Roger Bensasson has long made geometry dance by granting colour, treated as a rebellious element, the power to introduce movement and rhythm. In the same picture, to serve as a matrix for the work, grids of various sizes, inspired by Concrete Art, were thus superposed, creating different lines of interpretation - vertical or horizontal, oblique or overtly diagonal- that invited the eye to chassé-croisés in entirely virtual perspective. Feverish, almost savage blotches of colour then burst ito these defined spaces, rapidly pushing back the established frontiers.
          On closer examination, the search already underway here was rigorously pursued in the years that followed. As is evident from the layered arrangement of grids and lyrical use of colour that seemed to want to subvert their hieratic order, it was a question of combining certain aesthetic options, wich may indeed have stemmed from the same inner need, but whose coming togother, from an art history viewpoint, did not stand to reason. First, there was a deep attachement to the grid motif inherited from Modernism's founding fathers. For Roger Bensasson, it was an anti-individualistic device that enabled him to avoid the mainderings of subjectivity, while opening his mind to an unlimited field of combinatory adventures. Then, defying this tradition, he distanced himself slightly from theories of planeness, a disassociation visible in his overlapping grids enhanced by colour. Lastly, a complex relationship with colour became apparent, prevailing over line, like a domain reserved for a play of impulses and emotions, like an
exuberant force, both fascinating and fearsome as regards the legibility of the grid, and wich consequently would have to be neutralized.
                                                            These aesthetic options, wich made only fleeting appearances in the artist's earlier canvases, have synthesized and come to fruition in the works of the past ten years. Ideas have clarified. Choices have been made. The surface of the easel painting has come alive, giving birth to what could, for want of a better term, be called architectonic mural sculptures. Cardbroad has replaced canvas. It has the advantage of being a very flexible material, capable of embracing the fantasies of a mind that has just discovered the pleasure of moving in a third dimension, no longer virtual but real. Futhermore, as an extra bonus, this medium has added the joys or cutting out, slicing into, folding and sticking to the sense of touch. Although in a new genre, the works thus produced by the artist have retained the geometrization characteristic of the earlier period, except that now the square increasingly tends to impose its logic on the spatial structure. The grid, as such, still remains the guardian of the rationality, as in the past, yet is no longer visible in the finished works. Curves, wich were never allowed on the canvas, remain excluded; perhaps because their inflexions, intrinsically hold out the promise of voluptuousness and, above all, order sinking into oblivion. Colour has gained ground but lost its vehemence, since the paint, now applied over broad areas, has fused with form to intensify its identity. Conversely, the picture-plane lends itself to all kinds of manipulation. It may be split open to reveal the existence pf depth, or sometimes a void that the artist understandably likes to describe as "disruptive", for breaking up the unity of the surface means betraying a habit in order to let the disturbing possibility of chaos arise. This is also the raison d'être of the rifts, faults, unexpected encounters between divergent inclines and all the devices designed to introduce perceptual ambiguities that heighten the vagaries of light and shadow.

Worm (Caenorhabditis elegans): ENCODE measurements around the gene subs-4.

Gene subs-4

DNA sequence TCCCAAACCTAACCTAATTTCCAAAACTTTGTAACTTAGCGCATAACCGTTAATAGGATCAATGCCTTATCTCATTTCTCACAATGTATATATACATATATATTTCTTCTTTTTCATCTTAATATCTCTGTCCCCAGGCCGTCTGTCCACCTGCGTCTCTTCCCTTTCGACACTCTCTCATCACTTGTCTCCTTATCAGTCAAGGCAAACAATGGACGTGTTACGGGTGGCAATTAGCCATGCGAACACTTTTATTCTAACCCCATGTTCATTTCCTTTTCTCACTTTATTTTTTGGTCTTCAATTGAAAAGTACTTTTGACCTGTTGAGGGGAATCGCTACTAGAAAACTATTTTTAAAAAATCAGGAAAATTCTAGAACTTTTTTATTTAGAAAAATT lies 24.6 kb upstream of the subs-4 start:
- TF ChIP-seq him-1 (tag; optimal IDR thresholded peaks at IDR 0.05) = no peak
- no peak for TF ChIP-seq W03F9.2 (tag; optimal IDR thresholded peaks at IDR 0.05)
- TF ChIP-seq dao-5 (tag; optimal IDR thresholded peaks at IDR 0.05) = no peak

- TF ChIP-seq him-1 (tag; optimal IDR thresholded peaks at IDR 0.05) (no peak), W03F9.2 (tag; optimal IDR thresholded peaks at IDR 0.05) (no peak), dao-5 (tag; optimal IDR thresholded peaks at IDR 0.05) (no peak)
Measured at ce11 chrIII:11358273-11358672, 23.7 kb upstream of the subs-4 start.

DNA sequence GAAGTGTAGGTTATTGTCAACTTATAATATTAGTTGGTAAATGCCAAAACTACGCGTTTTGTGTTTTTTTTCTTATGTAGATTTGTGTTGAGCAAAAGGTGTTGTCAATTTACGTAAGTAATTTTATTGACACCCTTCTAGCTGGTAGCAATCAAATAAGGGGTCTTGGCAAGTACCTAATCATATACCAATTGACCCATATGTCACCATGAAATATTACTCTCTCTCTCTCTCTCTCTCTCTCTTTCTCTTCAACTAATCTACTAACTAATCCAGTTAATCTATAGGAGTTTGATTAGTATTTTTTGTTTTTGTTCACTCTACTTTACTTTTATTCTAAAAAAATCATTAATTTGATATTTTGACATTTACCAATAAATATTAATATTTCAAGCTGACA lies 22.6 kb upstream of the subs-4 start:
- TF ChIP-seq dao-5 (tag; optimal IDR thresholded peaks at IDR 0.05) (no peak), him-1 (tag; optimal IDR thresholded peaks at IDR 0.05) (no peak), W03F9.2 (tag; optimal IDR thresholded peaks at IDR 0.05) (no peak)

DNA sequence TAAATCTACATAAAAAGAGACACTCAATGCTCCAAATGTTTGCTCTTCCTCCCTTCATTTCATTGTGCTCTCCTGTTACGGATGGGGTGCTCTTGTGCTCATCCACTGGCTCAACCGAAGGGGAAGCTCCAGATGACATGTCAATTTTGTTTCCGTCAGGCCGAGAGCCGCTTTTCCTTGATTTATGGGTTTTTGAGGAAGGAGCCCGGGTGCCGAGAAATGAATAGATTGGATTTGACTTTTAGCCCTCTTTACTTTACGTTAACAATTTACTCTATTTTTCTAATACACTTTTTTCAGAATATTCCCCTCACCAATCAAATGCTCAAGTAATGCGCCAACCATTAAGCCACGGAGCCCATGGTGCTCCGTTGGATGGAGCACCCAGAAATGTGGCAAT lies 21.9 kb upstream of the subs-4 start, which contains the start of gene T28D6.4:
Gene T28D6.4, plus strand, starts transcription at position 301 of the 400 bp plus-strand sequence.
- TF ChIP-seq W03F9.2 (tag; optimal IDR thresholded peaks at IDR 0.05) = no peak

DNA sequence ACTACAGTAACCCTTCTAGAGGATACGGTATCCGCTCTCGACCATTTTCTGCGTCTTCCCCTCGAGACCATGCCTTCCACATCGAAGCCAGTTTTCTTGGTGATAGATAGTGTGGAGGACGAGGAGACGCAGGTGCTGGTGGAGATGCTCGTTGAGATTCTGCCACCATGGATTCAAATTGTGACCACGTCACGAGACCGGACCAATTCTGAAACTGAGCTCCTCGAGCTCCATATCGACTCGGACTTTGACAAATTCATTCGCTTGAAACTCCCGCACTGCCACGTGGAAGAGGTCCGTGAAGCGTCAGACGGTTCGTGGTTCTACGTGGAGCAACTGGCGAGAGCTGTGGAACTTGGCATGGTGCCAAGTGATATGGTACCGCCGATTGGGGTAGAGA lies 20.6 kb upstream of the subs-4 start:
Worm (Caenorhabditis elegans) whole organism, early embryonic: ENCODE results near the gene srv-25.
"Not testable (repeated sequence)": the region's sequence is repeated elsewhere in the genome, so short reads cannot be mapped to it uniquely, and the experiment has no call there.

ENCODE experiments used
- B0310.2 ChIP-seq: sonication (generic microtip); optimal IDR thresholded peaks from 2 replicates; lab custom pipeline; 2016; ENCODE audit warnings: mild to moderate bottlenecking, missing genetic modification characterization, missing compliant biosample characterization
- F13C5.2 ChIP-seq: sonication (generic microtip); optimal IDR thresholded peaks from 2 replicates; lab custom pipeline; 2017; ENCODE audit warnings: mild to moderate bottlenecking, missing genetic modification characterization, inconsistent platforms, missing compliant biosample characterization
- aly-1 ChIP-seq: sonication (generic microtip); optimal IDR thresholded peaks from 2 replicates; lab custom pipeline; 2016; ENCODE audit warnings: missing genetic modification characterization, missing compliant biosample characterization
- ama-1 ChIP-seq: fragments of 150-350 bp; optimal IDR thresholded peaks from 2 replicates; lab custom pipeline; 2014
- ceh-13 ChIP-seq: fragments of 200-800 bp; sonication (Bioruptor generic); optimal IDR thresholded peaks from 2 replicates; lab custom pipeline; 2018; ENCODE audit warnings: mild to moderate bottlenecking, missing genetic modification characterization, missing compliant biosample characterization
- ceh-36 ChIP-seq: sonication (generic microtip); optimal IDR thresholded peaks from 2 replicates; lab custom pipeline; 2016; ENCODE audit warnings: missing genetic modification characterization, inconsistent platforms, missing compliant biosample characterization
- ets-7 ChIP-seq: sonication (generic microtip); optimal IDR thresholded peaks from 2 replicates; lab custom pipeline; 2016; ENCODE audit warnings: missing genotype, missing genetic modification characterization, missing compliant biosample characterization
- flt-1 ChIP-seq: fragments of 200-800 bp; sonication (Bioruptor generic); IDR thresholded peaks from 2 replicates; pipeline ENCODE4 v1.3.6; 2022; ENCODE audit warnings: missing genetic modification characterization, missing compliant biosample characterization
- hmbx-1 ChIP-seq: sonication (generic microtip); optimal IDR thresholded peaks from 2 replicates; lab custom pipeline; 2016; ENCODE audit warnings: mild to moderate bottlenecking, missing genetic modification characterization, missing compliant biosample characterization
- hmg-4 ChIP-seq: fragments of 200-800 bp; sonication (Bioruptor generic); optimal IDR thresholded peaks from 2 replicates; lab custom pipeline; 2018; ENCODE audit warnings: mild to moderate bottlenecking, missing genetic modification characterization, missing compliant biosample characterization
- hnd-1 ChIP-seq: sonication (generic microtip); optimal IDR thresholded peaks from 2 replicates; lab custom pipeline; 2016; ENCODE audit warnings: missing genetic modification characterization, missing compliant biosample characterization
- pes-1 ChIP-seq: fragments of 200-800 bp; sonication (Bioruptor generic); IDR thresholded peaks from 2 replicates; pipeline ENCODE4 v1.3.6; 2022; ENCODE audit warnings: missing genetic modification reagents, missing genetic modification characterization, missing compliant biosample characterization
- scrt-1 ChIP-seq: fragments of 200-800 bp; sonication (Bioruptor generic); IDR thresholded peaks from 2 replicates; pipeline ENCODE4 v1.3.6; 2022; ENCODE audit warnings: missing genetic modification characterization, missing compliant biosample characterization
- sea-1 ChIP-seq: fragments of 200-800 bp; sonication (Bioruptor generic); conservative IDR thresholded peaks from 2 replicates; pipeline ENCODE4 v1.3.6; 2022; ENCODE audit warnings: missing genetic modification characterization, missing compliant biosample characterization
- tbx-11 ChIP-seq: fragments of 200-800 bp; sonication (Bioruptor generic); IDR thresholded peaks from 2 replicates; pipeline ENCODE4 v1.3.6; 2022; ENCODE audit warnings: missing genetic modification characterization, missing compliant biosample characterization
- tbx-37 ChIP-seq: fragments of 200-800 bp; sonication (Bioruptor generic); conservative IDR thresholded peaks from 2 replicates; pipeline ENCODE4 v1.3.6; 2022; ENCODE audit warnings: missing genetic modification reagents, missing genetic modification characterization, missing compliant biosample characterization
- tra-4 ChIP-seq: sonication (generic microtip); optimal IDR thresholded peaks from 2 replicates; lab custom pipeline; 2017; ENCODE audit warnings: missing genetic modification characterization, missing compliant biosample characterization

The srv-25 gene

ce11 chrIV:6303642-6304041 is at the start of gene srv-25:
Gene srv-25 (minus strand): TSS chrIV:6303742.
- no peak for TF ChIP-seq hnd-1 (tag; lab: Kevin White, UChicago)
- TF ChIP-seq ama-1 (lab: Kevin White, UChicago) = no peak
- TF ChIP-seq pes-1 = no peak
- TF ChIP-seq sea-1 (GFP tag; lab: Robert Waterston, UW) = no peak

In this space already affected by fracture and discontinuity, a few recurrent motifs, derived from the square, appear in constantly renewed arrangements, all of wich draw on the immense reservoir of possibilities contained in the grid. Whether presented in intaglio, hollowed out of the cardbroad, or in relief, or simply painted, these motifs gave the artist, who insists on calling them "signs", the chance to experiment in this compositions not so much with balance and deadning symmetry as with discord. Hence, it seems, his insistent recourse to a choreography of obliques whose function is to create shifting movement and instability. Bensasson has effectively understood that discord, lodged in the heart of a work, is what enables the latter to lead onto the next one and engender a serie, since the resolution of discord, in a composition that would be perfect yet devoid of tension, is always deffered. The artist's approach clearly involves more than a simple play of combinatory elements. Using to constitute series that tend towards infinity, is a way of suggesting that the world can escape entropy and death. It is as if the desire for immortality runs through all this work.
                                                                His recent corks are even more eloquent, no doubt because they are also much starker. The rare signs once extracted from the grid by the artist have, almost by themselves crystallized in a single sign. This appears to have freed itself from the constraints of the grid, while borrowing a prodigious power of fascination from its essential element, the square. A bacchanalian dance, emanating raw, radiant vitality, has become possible. Swept along by a straightforward use of colour, the works spread themselves out in series and show us figures in wich the sign, now sovereign, has invented its autonomy. Everything can truly start, and re-start, like the sea.


Fernand Fournier  ( Paris Août 2009)                                                                                    Translation: Pamela Hagreaves